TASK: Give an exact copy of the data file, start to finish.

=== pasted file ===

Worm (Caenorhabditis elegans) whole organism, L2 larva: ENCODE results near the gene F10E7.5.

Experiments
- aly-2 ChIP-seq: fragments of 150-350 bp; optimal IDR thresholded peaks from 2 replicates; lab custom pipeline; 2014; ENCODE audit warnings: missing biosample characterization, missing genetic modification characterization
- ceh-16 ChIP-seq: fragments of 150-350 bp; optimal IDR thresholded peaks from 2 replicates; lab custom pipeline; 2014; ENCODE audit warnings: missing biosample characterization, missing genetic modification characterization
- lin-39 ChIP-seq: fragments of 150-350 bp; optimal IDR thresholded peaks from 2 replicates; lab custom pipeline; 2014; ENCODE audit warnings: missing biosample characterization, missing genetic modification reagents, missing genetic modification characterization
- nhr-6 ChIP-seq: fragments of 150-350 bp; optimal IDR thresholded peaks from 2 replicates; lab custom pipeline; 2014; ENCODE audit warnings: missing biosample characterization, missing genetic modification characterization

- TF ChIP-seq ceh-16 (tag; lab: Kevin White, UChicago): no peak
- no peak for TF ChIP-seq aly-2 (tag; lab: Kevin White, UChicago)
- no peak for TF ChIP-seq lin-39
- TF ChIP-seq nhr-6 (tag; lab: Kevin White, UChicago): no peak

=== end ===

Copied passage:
Worm (Caenorhabditis elegans) whole organism, L2 larva: ENCODE results near the gene F10E7.5.

Experiments
- aly-2 ChIP-seq: fragments of 150-350 bp; optimal IDR thresholded peaks from 2 replicates; lab custom pipeline; 2014; ENCODE audit warnings: missing biosample characterization, missing genetic modification characterization
- ceh-16 ChIP-seq: fragments of 150-350 bp; optimal IDR thresholded peaks from 2 replicates; lab custom pipeline; 2014; ENCODE audit warnings: missing biosample characterization, missing genetic modification characterization
- lin-39 ChIP-seq: fragments of 150-350 bp; optimal IDR thresholded peaks from 2 replicates; lab custom pipeline; 2014; ENCODE audit warnings: missing biosample characterization, missing genetic modification reagents, missing genetic modification characterization
- nhr-6 ChIP-seq: fragments of 150-350 bp; optimal IDR thresholded peaks from 2 replicates; lab custom pipeline; 2014; ENCODE audit warnings: missing biosample characterization, missing genetic modification characterization

- TF ChIP-seq ceh-16 (tag; lab: Kevin White, UChicago): no peak
- no peak for TF ChIP-seq aly-2 (tag; lab: Kevin White, UChicago)
- no peak for TF ChIP-seq lin-39
- TF ChIP-seq nhr-6 (tag; lab: Kevin White, UChicago): no peak